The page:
Companies supplying digital content need to be aware of consumer rights under the new law, which lays down that, as with physical items, the digital goods must be of satisfactory quality, as described and fit for purpose.

If digital content is faulty, the customer is entitled to a repair or replacement, and if it cannot be put right within a “reasonable” time they could be able to claim part or even all of their money back. Under some circumstances, there could also be a right to have their device repaired and get compensation if the digital content has damaged it (sections 42 to 45 of the Consumer Rights Act 2015).

Provision of Services

The new law also sets down expectations for provision of services, saying they need to be carried out with “reasonable care and skill”, and that if this isn't the case the contractor can be asked to put things right or give a partial refund. If a delivery time and/or price hasn't been agreed in advance, then these too have to be “reasonable”. In addition to this, for services paid for at home rather than in a shop, in most cases there is a right to cancel within 14 days.

This section will likely have wide ramifications as section 48(1) of the Act states that it applies to “a contract for a trader to supply a service to a consumer.”  Therefore, this will equally apply to the provision of supplies of all trades such as builders, plumbers, carpenters, decorators and professionals.  However, it is important to note that the supply of services to a business is excluded.  Business leaders are expected to essentially know better and enter into any business relationship with their eyes wide open.

Under the old legislation, Marcus Croskell recently acted for a builder that constructed a large extension to a property.  The consumer was unhappy with the build quality and she used the similar provisions under the old legislation including the Supply of Goods and Services Act 1982 to bring a claim.  Marcus assisted the builder bring a counterclaim for non-payment of his final invoice and the consumer ended up walking away with no further work done to her property and a bill for over £40,000 paying her own legal costs and damages to Marcus Croskell’s client.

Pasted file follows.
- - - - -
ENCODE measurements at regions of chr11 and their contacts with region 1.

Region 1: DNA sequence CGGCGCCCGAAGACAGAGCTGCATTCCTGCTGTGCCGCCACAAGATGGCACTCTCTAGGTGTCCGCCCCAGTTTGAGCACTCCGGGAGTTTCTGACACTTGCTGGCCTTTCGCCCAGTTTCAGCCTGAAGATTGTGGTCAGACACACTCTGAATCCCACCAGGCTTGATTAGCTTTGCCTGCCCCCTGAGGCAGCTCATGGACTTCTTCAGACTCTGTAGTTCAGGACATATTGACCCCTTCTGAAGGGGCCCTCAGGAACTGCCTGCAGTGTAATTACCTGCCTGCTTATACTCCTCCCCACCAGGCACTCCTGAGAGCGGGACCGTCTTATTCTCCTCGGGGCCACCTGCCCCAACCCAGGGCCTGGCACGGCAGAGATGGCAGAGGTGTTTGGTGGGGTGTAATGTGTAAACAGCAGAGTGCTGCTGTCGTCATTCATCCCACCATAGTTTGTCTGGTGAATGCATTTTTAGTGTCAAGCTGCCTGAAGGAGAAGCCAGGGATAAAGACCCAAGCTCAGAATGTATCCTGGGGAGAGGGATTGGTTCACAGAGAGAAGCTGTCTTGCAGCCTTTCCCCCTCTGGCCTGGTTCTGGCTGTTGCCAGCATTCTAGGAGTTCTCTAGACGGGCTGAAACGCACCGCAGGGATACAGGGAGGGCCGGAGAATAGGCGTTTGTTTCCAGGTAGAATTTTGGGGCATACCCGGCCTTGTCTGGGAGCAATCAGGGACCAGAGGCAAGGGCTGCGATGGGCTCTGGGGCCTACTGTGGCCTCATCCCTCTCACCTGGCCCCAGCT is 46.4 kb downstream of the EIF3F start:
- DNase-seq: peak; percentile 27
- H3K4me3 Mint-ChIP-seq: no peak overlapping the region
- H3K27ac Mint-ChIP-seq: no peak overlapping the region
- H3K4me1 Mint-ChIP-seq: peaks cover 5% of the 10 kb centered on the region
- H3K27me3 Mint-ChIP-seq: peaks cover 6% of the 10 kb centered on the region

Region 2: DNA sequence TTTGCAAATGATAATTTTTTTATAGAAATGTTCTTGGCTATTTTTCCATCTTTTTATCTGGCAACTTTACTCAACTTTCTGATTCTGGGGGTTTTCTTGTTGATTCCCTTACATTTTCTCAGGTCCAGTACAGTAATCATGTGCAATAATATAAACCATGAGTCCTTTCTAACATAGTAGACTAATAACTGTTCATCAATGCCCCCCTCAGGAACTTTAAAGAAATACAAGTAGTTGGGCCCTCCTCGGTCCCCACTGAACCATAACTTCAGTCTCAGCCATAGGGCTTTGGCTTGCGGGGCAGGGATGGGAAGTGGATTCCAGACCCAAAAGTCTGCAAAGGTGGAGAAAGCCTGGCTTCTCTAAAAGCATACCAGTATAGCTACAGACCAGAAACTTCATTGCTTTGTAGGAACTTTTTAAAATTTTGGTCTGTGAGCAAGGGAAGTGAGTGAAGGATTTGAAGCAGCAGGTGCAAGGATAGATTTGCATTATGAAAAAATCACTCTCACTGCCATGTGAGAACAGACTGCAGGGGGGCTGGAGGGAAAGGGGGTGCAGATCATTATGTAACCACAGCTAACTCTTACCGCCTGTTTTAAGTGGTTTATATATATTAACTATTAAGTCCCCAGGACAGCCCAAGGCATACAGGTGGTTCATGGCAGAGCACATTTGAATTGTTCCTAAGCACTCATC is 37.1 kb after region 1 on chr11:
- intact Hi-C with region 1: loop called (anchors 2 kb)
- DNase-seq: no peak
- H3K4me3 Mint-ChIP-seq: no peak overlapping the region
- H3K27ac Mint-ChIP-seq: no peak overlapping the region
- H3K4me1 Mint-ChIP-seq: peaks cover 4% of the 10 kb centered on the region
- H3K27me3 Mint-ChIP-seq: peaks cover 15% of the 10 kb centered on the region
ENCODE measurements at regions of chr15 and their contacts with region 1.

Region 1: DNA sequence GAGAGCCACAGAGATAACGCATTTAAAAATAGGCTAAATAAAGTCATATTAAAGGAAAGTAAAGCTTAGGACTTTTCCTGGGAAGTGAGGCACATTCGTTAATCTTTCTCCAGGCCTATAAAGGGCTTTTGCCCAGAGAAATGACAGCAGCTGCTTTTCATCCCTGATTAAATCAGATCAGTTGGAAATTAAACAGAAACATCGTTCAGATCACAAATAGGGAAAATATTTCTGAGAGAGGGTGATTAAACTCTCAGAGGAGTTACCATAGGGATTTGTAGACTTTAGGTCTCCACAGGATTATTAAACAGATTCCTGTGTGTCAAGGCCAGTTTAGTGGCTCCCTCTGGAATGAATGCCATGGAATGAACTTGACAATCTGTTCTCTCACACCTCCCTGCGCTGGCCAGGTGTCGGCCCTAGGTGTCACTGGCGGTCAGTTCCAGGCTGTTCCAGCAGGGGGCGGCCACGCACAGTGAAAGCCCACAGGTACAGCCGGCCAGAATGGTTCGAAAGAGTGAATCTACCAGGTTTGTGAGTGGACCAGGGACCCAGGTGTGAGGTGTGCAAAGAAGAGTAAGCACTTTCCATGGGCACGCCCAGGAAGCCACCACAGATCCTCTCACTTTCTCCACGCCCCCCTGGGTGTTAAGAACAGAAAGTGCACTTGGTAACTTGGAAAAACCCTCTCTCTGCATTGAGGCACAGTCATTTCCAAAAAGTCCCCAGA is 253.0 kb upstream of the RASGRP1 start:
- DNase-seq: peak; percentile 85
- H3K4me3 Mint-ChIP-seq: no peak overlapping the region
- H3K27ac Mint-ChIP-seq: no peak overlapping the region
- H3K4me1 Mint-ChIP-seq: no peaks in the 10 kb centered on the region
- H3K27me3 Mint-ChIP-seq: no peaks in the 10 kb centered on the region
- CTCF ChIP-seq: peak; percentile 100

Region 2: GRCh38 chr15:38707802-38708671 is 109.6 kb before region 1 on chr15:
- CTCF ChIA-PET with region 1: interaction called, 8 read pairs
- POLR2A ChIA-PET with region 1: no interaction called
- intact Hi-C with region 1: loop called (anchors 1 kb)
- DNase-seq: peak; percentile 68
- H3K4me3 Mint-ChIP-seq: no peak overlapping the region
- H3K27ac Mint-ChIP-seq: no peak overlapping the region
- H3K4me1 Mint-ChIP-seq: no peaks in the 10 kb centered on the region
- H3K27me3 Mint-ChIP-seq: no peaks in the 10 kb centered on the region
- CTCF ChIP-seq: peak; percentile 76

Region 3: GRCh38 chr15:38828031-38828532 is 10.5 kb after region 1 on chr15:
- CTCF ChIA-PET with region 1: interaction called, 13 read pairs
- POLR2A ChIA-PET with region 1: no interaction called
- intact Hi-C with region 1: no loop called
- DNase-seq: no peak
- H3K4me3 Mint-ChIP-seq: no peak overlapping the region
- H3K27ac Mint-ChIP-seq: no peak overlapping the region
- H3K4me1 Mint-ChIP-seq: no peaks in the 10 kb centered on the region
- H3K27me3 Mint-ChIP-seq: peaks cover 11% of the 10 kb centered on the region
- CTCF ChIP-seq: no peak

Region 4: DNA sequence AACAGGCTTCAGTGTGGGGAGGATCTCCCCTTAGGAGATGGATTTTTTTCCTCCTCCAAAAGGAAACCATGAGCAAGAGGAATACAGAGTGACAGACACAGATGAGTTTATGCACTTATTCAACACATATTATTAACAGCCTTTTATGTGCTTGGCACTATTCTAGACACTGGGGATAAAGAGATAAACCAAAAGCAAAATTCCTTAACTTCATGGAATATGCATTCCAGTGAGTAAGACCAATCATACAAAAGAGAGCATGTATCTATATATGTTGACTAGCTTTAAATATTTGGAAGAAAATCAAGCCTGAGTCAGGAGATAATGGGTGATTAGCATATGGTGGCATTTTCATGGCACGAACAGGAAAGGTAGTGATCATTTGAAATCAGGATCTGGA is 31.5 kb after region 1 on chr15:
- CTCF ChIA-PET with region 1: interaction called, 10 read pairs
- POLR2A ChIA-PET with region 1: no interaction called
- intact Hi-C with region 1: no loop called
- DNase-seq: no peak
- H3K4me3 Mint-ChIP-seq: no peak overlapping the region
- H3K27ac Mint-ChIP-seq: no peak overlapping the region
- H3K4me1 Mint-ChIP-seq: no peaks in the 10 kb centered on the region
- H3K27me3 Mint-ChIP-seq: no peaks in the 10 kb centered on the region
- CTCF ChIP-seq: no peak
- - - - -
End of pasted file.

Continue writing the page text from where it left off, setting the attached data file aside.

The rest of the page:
What Should Businesses Do to Comply?

As a starting point, BIS is suggesting companies display its “point of sale” information to inform customers of their rights. This isn't an obligation but they are hoping businesses will do so. As well as this, companies need to go over all their terms and policies to ensure they comply with the new Act. This includes contracts, since the new law also covers unfair terms in contracts. Key terms must be clearly displayed and staff must be trained in what's required.

The BIS guidance to help small business owners implement the new law includes a lot of detail, but if you are in doubt about anything, it's a good idea to seek legal advice. In practice, no matter how careful you are to comply, various types of dispute could arise. For instance, the BIS guide says that it will be “ultimately for the court” to decide whether goods are satisfactory.

If you are involved in a consumer legal issue or contractual dispute which needs resolution, direct access barrister Marcus Croskell can help. As an expert business lawyer, he has represented many clients in Essex, Suffolk, Norfolk, Cambridgeshire and London. He can provide advice and legal representation, both via mediation and negotiation and if a case ends up in court. 

Contact him for a free initial legal enquiry on 0843 8862603 or by EMAIL HERE.